Producing chocolate is a time consuming and complicated process, but we have endeavoured to provide a simplified guide which we hope you will find easy to understand:
The first step is the harvesting of the cocoa pods containing the cocoa beans.
The Pods are crushed and the beans and surrounding pulp extracted and fermented naturally for about six days in either open heaps or boxes after which the beans are dried.
The finest chocolate is produced when the drying process is done naturally by the sun for 7 days or more.
Accelerated or artificial drying is quicker, but produces inferior quality chocolate, mainly used in mass produced products and cake coverings.
The next process is shared with coffee in that the beans are first graded, then roasted. Roasting times depend on the type and size of the beans, like coffee this can also affect the final flavour of the chocolate.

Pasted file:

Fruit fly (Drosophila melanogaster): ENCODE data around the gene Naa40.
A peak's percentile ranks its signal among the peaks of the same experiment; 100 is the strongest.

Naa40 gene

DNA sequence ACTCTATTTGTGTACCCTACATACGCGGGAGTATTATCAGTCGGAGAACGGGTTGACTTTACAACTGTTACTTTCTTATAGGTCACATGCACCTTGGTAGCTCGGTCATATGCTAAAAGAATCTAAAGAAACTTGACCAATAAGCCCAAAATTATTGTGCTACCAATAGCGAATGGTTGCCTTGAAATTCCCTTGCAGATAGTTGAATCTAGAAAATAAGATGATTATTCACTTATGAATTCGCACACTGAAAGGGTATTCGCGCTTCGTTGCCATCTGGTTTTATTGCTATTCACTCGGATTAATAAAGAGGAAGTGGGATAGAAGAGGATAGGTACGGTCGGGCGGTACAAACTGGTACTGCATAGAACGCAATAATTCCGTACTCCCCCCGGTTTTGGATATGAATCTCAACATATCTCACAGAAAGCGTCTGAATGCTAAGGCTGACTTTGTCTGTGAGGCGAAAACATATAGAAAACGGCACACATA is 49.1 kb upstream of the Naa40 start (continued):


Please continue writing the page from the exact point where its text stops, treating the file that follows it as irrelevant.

Light Crushing separates the kernel or 'Nib' from the shell or husk (like shelling a nut), the husk is then separated or 'winnowed' out and discarded.
At this stage most manufacturers put the Cocoa Nibs through an alkalisation process to help develop flavour and colour. However, some purists producing the finest chocolate prefer to rely on the quality of the beans and natural processing to produce the best colour and flavour.
The nibs, which are very high in fat or cocoa butter, are then finely milled and liquefy in the heat produced by the milling process to produce cocoa liquor. When cocoa liquor, otherwise known as cocoa mass, is allowed to cool and solidify.
At this point the manufacturing process splits according to the final product. If the end product is chocolate, some of the cocoa liquor is reserved, the rest is pressed to extract the cocoa butter leaving a solid residue called press cake. Press cake is usually kibbled or finely ground to produce the product known to consumers as Cocoa Powder.
The retained Cocoa Liquor and/or solid Cocoa Mass is blended with Chocolate Butter and other ingredients to produce the various types of chocolate.